After three years, public sector unionists remain defiant against anti-worker bargaining rules

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The federal government is at war with its own workforce. But its strategy to starve public servants into giving up a generation of hard-fought working conditions is backfiring. Workers in the largest public sector agencies have shown they’ll fight for as long as it takes. In vote after vote, public servants have rejected sub-standard offers that would deliver poor pay outcomes, remove union rights and strip all but the most basic of conditions.

In the biggest agencies—Department of Human Services (DHS), Defence, the Australian Tax Office and Immigration—workers have delivered not one, not two, but three decisive votes rejecting management offers. The No votes remain numerically solid, despite workers enduring a pay freeze for more than three years. In some agencies, they have increased. In Agriculture, workers voted against management’s offer for an unprecedented fourth time. In the Department of Defence they imposed bans, and in DHS the year ended with more rolling strikes. Most agency agreements expired in June 2014, and two-and-a-half years later, the government hasn’t been able to reach agreement with two-thirds of its workforce—about 100,000 staff.

Hands tied. Despite the rhetoric that agency bargaining is between departmental heads and their respective workforces, the government’s rigid bargaining framework renders agreement almost impossible. Pulling the strings is Minister for Employment Michaelia Cash, aided and abetted by Public Service Commissioner John Lloyd. Both refuse to talk to the Community and Public Sector Union (CPSU). This duo are ideologically driven, anti-worker free marketeers with long track records.

In December, a Senate Committee released the findings of an enquiry into public sector bargaining. It had received more than 600 submissions. Its report, titled Siege of attrition: the Government’s APS Bargaining Policy, describes the government’s approach as “cruel and heartless” and documents the permanent damage caused by plummeting morale. It strongly recommends that the bargaining policy retain workers’ existing rights and conditions, including family-friendly rostering and leave arrangements. It argues that the framework must allow for enhancements, such as introducing domestic violence leave. It further recommends the maintenance of consultation and dispute resolution clauses and workers’ right to choose union representation. The CPSU launched a petition demanding that the government immediately act on the recommendations. Sign the petition here.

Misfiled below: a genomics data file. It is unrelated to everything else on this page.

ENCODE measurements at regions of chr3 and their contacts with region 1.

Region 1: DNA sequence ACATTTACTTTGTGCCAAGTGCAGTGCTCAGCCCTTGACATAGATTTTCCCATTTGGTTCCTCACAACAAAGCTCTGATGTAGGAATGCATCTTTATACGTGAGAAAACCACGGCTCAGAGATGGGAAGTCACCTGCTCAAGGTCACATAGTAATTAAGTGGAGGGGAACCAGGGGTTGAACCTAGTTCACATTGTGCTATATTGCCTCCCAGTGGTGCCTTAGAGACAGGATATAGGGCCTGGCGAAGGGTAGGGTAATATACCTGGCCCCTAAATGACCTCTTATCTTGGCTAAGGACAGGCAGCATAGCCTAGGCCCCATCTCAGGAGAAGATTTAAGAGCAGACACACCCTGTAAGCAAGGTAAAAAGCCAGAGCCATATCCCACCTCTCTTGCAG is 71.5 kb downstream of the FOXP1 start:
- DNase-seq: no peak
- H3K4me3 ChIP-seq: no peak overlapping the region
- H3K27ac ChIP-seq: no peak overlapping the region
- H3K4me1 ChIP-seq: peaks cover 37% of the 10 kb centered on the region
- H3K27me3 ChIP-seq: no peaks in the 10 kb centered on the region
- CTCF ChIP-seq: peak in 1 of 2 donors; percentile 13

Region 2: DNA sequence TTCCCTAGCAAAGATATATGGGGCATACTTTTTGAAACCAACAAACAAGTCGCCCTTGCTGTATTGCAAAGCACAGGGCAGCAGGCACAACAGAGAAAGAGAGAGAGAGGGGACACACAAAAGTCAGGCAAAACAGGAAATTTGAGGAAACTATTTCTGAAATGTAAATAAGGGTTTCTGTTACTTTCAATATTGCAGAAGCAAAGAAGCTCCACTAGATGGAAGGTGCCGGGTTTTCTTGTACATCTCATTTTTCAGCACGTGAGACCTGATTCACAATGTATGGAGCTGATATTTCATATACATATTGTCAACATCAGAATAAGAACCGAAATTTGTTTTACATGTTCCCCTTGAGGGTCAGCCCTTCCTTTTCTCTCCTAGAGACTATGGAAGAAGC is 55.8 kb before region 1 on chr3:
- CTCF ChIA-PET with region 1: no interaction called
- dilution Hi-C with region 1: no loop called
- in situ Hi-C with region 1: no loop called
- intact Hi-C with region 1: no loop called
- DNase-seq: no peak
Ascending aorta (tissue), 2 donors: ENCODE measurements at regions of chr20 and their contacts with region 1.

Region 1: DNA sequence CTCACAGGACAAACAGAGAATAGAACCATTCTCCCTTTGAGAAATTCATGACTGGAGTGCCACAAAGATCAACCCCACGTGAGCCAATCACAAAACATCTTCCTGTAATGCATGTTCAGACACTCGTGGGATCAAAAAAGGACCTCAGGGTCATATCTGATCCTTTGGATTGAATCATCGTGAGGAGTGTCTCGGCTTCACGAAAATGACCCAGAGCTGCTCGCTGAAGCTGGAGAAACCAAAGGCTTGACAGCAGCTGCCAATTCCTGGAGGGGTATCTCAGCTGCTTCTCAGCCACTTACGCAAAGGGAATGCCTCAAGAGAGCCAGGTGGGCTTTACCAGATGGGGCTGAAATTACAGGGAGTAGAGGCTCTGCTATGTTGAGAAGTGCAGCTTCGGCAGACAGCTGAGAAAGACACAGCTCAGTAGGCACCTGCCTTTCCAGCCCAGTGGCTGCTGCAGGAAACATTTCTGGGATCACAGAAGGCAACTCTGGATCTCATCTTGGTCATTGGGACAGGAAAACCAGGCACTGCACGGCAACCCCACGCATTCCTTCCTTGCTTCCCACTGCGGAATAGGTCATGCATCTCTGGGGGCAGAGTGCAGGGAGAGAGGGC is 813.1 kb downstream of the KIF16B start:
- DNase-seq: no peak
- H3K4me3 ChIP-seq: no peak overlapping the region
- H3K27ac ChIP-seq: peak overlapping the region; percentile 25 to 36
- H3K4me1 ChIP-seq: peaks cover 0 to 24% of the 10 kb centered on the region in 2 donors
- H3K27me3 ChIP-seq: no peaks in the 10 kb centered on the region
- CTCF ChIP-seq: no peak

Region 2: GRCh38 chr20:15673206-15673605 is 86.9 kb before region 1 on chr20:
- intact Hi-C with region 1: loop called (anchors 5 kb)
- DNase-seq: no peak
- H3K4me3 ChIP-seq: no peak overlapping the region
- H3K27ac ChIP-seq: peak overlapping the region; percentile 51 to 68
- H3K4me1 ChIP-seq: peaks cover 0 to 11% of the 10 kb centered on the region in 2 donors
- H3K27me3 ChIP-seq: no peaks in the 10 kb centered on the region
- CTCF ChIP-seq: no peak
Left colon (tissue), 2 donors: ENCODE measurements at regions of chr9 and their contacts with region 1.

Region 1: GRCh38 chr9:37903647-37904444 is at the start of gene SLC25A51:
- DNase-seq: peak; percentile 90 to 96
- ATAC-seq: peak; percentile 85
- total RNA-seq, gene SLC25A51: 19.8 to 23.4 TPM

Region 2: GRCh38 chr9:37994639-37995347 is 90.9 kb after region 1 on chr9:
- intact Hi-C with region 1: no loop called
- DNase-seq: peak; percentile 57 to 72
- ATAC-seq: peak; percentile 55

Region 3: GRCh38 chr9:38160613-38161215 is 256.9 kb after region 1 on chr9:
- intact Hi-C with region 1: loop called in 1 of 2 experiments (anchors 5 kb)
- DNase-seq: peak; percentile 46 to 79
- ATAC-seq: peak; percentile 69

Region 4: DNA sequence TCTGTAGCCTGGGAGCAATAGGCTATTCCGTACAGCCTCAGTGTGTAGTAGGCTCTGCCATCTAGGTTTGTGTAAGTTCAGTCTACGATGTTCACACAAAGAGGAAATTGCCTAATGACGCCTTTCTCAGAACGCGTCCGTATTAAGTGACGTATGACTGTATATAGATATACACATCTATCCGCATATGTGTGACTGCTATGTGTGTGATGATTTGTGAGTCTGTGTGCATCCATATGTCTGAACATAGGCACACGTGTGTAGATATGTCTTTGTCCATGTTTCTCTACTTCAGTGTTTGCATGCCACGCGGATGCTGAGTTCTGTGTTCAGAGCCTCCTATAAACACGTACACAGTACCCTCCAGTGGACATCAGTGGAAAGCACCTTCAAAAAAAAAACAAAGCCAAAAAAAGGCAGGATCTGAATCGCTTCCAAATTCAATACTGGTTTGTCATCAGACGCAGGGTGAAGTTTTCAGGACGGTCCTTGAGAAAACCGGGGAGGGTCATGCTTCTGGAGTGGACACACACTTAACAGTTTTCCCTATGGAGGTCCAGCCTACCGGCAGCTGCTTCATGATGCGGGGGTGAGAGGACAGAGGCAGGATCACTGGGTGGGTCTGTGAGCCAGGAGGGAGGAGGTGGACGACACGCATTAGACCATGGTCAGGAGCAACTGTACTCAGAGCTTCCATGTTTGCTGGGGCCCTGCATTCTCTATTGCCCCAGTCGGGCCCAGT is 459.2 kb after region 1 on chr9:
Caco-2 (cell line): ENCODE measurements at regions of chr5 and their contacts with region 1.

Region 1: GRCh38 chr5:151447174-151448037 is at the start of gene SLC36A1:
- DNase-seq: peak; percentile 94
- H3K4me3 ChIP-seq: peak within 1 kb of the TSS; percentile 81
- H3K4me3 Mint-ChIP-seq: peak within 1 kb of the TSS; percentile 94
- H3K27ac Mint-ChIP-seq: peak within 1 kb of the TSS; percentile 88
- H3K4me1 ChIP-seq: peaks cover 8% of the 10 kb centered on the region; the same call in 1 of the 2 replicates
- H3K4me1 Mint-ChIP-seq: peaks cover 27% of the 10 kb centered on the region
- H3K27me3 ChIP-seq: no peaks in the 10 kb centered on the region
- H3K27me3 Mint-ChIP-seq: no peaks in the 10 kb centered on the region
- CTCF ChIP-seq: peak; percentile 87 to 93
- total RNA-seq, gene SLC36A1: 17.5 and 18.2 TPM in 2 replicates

MOG mess! When new governments are elected, they reshuffle the public service, moving various programs from one department to another in what is called Machinery of Government (MOG) changes. This adds an extra challenge for reaching agreements, with workers within the same agency starting the negotiation process on different pay and working conditions.

One of the biggest bargaining debacles is in the Department of Immigration and Border Protection (DIBP). This department formed on 1 July 2015 from the merger of former Customs Service and Department of Immigration —each with its own Enterprise Agreement containing different pay scales, working hours, allowances and conditions. Management’s offers included plans to cut the pay of former Customs staff by up to $8,000 by removing various allowances. Its second offer proposed two different pay scales, with the female-dominated former Immigration staff on a lower rate. The Departmental Secretary’s argument that they are less skilled made these workers even more determined to fight!

Crude attempts to make workers pay for the MOG with their working conditions escalated their support for union action. Every time CPSU members were called on to act, they did so with gusto, including planned strike action in the lead-up to Easter 2016. While management claimed the strikes were a flop, they were anything but. The government went to Fair Work Australia (FWA), claiming that strike action posed a threat to national security. It asserted, according to Section 424 of the Fair Work Act, that strike action would “threaten to endanger the life, the personal safety or health or the welfare of the population or part of it.” FWA fell into line and banned strike action for three months. The CPSU leadership complied.